• How the Channel Tunnel changed Europe forever

  • Discussion about railroad topics everywhere outside of North America.
Discussion about railroad topics everywhere outside of North America.

Moderators: Komachi, David Benton

  by george matthews
 
No, I don't think so. But it has made it a lot easier to cross the Channel. I invested in it, but did not gain much.
  by Tadman
 
"The same can be said for freight train drivers readying themselves for an epic 18 day, 7,500-mile trip from Barking in East London all the way to China."

Surely this is incorrect, the drivers don't go all the way do they? It is my understanding they change out at crew bases or borders.
  by David Benton
 
I would think the Drivers, and in many cases the locomotive , are changed at every border crossing, at least. In addition , the Tunnel requires additional safety features (mainly to do with fire detection), that normal locos don't have.
  by george matthews
 
Don't forget the gauge changes. The route to China continues to be through Russia. Thus there are two gauge changes on the route. For freight traffic drivers would change, as would locomotives, usually at national borders.

The Channel Tunnel route for freight has been a moderate success for European trade. While Britain has been a member of the European Union business has cooperated across the border. Industrial processes often require crossing the border for activities in different countries. How that would change if Britain leaves the EU is still very unclear. The signs are that trade would become more difficult and there would be a tendency for less traffic.

Of course we must remember that by far the largest amount of freight is lorries loaded on to the Shuttle trains. All day there is a steady stream of road traffic waiting on each side to load on to the shuttles. There are even a few buses.
Last edited by george matthews on Mon May 13, 2019 7:11 pm, edited 1 time in total.
  by ExCon90
 
I'd think they would have to change drivers about a dozen times within Russia alone. And at borders it's easier and quicker to change locomotives than gauges. Specially designed flat cars with adjustable axles would make sense, however.
  by kato
 
I've seen one description of the first connection China to France in 2016:
- requiring three transloadings between trains "at gauge change points"
- eight different locomotives being used overall
- twenty drivers in total
  by george matthews
 
David Benton wrote:I'm trying to think where the 3rd Gauge change would be .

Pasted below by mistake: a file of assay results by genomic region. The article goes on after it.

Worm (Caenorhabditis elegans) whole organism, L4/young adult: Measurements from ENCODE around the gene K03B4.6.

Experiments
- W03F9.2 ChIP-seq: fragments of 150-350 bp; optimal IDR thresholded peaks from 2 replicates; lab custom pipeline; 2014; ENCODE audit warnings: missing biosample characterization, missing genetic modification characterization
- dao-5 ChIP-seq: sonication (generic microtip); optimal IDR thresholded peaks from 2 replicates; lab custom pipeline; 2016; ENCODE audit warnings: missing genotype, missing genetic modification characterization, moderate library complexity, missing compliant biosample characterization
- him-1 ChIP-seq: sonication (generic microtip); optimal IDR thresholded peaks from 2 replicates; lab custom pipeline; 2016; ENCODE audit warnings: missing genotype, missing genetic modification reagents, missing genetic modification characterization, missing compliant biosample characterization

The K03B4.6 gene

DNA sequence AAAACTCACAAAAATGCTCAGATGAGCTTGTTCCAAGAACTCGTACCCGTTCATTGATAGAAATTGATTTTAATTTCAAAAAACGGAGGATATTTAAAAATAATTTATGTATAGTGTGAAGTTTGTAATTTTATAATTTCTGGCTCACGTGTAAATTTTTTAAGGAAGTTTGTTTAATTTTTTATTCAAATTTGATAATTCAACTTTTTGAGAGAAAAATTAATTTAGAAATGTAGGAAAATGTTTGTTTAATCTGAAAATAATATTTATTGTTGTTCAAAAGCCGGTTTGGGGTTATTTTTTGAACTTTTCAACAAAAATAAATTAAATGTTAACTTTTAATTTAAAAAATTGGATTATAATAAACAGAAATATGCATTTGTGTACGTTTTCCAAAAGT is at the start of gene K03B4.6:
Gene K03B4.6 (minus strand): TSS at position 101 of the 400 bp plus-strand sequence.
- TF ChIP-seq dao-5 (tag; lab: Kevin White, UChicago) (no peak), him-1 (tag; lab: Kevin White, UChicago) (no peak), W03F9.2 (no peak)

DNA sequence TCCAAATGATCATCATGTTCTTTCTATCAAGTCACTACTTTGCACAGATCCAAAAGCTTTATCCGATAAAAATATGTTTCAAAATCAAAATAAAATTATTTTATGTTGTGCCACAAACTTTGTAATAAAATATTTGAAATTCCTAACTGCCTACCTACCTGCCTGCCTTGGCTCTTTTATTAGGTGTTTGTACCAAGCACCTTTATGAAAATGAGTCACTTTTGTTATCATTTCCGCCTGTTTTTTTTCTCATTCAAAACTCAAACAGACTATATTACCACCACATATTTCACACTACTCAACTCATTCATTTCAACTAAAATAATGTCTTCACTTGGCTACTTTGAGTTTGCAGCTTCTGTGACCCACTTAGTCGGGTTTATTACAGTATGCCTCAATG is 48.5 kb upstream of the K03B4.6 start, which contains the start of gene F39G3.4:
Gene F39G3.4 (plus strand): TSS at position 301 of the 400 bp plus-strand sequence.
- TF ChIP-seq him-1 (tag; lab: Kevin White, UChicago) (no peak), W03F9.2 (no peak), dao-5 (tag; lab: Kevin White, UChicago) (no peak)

First would be China to "ex USSR"
Second would be Ex USSR to European at the Polish border.
There is also the problem of Loading Gauge. Continental railways allow larger trains so that continental freight cannot travel to much of Britain. Continental trains are allowable only as far as London. Whether there is any route beyond London I don't know.
  by johnthefireman
 
george matthews wrote:There is also the problem of Loading Gauge. Continental railways allow larger trains so that continental freight cannot travel to much of Britain. Continental trains are allowable only as far as London. Whether there is any route beyond London I don't know.
There are a number of freight routes in UK which have been upgrading to allow a larger loading gauge, and they often take advantage of routine maintenance work to increase the loading gauge at the same time. However you are correct that continental freight trains cannot travel over much of the UK network.
  by kato
 
Loading gauge might actually be the "third gauge". China has different loading gauges than continental Europe, to some extent meaning that even if one disregards the changes in track gauge the same train starting in China could not necessarily run in Europe either.
  by Semaphore Sam
 
Pardon my ignorance; but wasn't the Great Central built to international loading guage? If so, what a waste to destroy such an asset! Sam
  by george matthews
 
Semaphore Sam wrote:Pardon my ignorance; but wasn't the Great Central built to international loading guage? If so, what a waste to destroy such an asset! Sam
Yes, the Great Central was built to Continental gauge. It could have carried trains at least far as Birmingham. At the time it was built the proposer intended it to be a Continental connection, but 100 years ago that was not going to happen. From time to time there have been proposals to rebuild it but so far they have come to nothing. The High Speed 2 route to Birmingham could be built to Continental standards but it is hard to imagine freight on what would be a fast passenger line. And that line too may never be built, given the current governmental instability.
  by ExCon90
 
I've never read anything that mentioned the means of propulsion intended by the GC for movement through the tunnel. Was electrification sufficiently far advanced by that time that it would have been practical? Another thing I have trouble understanding is the General Staff's objection to the tunnel (which was one of the things that nixed it); almost a century after Waterloo, were they still apprehensive about France invading through the tunnel? I would think just mass the troops around the portal and pick them off as they emerge from the tunnel.